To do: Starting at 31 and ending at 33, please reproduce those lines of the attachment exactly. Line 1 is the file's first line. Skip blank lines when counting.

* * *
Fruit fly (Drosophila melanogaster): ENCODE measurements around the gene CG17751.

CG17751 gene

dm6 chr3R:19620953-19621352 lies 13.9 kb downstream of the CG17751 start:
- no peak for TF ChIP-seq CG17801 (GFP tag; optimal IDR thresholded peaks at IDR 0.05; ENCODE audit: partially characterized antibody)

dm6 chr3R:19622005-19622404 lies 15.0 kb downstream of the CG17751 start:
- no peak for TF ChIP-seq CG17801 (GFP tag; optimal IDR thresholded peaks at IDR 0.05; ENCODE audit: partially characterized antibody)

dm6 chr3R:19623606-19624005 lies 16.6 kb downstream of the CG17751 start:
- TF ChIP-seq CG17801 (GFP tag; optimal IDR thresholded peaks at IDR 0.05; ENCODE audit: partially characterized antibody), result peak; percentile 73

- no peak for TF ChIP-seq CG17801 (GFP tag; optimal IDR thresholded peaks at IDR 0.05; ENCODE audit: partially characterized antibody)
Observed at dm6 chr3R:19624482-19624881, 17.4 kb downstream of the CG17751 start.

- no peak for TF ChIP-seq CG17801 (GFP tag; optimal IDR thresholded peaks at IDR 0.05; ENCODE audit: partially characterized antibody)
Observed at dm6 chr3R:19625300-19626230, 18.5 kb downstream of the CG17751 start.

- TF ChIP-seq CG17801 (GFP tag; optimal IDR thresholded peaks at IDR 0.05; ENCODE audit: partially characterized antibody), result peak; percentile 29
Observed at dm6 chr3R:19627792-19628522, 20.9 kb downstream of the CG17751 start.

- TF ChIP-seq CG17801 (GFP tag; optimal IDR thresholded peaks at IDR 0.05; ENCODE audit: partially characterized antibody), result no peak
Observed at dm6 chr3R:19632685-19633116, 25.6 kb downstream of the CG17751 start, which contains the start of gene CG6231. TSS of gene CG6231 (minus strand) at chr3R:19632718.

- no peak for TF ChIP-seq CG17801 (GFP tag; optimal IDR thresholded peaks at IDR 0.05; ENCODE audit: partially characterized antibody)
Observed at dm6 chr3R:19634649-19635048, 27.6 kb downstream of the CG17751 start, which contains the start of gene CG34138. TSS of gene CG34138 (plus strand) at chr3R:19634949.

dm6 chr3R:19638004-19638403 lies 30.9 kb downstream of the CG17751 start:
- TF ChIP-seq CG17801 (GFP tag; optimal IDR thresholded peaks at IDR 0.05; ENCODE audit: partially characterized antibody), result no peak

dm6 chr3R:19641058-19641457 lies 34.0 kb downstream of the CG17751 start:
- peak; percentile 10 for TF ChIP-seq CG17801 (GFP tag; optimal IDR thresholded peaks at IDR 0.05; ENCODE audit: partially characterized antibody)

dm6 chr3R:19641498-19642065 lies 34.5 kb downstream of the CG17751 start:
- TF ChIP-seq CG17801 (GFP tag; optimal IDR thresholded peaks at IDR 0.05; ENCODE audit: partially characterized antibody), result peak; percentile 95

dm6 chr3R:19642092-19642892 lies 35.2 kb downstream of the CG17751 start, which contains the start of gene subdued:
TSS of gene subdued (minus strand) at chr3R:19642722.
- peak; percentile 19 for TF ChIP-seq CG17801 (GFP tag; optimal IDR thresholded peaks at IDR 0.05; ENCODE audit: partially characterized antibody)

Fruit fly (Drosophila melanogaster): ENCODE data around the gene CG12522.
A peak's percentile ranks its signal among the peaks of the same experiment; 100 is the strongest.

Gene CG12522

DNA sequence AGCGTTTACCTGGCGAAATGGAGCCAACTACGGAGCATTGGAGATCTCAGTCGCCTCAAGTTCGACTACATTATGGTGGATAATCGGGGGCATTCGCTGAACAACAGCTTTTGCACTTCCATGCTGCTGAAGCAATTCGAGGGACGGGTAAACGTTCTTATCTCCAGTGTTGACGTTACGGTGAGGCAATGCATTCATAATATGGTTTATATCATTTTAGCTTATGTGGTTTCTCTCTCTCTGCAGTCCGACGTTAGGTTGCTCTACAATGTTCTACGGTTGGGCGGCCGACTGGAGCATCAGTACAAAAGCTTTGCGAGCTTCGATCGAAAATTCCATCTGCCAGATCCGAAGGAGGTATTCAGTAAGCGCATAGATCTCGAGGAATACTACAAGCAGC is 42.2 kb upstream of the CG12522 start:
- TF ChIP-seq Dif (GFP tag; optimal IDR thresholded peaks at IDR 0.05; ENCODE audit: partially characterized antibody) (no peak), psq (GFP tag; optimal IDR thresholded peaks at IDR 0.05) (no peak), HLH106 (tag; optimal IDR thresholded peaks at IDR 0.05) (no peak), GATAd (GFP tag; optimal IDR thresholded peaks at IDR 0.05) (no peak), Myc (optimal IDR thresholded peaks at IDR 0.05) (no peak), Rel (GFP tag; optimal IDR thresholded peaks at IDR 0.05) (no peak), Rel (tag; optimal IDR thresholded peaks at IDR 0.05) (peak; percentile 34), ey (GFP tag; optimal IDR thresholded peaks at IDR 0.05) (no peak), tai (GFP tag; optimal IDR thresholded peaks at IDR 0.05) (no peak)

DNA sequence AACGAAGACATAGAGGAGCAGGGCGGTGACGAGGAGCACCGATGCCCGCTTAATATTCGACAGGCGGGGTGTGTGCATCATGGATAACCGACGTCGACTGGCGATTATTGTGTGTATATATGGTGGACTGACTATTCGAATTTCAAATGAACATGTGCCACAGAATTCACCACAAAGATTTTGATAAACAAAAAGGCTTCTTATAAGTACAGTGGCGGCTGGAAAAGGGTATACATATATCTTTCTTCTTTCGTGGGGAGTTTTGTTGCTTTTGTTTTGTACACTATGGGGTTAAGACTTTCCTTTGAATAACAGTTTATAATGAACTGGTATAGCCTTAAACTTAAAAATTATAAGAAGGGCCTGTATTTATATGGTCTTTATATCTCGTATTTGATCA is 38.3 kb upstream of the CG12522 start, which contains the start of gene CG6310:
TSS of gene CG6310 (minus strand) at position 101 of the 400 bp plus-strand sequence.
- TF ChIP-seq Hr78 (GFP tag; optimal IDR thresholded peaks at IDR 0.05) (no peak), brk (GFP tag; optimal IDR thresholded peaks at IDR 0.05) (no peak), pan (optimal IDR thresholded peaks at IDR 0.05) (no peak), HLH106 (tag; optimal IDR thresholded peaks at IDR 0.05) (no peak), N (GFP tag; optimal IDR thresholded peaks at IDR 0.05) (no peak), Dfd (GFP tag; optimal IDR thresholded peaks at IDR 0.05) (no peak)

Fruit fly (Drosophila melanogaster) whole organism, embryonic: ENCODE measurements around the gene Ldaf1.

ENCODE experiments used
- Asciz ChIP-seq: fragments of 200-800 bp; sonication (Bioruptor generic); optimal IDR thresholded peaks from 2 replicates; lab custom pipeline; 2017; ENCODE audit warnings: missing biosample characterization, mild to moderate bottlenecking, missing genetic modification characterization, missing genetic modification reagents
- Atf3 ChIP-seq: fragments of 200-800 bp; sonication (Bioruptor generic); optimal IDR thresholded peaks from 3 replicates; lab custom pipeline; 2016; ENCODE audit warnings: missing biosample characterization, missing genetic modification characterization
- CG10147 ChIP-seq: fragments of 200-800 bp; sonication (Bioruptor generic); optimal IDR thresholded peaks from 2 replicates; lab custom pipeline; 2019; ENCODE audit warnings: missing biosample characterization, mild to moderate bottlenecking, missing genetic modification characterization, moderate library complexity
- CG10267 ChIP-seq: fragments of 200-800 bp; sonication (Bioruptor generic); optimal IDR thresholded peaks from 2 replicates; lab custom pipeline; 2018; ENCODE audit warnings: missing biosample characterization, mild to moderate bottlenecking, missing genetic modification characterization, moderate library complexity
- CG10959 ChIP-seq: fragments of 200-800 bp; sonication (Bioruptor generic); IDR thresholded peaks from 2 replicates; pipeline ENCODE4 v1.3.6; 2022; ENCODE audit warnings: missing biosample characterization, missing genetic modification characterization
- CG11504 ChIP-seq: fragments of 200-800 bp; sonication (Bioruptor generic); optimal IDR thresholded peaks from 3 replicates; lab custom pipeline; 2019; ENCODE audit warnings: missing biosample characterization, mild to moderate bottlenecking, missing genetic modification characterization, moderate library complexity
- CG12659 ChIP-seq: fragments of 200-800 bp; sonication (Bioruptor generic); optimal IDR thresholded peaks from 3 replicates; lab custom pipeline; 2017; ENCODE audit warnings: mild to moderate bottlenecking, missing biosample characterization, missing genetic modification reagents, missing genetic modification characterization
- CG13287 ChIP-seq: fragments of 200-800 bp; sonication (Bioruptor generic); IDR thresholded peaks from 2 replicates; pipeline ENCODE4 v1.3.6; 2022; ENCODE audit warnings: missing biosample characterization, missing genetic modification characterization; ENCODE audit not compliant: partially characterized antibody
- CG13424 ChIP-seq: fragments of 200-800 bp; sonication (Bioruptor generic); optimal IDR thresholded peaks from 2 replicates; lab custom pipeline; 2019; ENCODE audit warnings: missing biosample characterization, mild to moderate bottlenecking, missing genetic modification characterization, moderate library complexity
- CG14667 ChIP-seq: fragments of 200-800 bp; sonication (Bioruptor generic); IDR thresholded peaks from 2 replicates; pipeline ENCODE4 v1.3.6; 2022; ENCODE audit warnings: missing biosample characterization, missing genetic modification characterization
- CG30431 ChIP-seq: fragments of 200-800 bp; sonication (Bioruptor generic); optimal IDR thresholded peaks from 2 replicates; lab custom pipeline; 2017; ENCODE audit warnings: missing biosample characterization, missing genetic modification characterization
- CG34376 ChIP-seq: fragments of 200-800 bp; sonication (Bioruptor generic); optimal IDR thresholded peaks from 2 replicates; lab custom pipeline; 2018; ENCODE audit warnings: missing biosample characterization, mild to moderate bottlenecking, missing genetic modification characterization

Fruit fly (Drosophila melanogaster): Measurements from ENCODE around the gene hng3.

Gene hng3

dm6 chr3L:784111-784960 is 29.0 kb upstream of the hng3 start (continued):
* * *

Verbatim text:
DNA sequence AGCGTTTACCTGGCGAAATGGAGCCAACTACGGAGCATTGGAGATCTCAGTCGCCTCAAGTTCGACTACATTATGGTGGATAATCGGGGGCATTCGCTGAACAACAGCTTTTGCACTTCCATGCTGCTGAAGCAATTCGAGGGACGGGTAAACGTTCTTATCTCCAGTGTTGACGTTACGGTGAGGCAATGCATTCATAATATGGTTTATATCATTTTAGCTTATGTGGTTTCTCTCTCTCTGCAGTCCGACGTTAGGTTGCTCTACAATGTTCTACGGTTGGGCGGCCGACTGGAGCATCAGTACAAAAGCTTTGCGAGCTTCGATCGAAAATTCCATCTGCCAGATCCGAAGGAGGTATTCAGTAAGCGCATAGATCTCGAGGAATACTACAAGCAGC is 42.2 kb upstream of the CG12522 start:
- TF ChIP-seq Dif (GFP tag; optimal IDR thresholded peaks at IDR 0.05; ENCODE audit: partially characterized antibody) (no peak), psq (GFP tag; optimal IDR thresholded peaks at IDR 0.05) (no peak), HLH106 (tag; optimal IDR thresholded peaks at IDR 0.05) (no peak), GATAd (GFP tag; optimal IDR thresholded peaks at IDR 0.05) (no peak), Myc (optimal IDR thresholded peaks at IDR 0.05) (no peak), Rel (GFP tag; optimal IDR thresholded peaks at IDR 0.05) (no peak), Rel (tag; optimal IDR thresholded peaks at IDR 0.05) (peak; percentile 34), ey (GFP tag; optimal IDR thresholded peaks at IDR 0.05) (no peak), tai (GFP tag; optimal IDR thresholded peaks at IDR 0.05) (no peak)

DNA sequence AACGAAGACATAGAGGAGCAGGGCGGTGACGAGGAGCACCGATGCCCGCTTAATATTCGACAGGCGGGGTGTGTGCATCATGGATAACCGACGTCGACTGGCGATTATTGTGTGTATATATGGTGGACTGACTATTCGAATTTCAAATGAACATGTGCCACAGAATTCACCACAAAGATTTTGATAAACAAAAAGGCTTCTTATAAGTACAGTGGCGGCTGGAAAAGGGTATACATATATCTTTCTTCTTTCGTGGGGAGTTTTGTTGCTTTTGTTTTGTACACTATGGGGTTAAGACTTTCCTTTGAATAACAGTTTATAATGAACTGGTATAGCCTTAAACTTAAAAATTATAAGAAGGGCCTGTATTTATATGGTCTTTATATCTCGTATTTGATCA is 38.3 kb upstream of the CG12522 start, which contains the start of gene CG6310: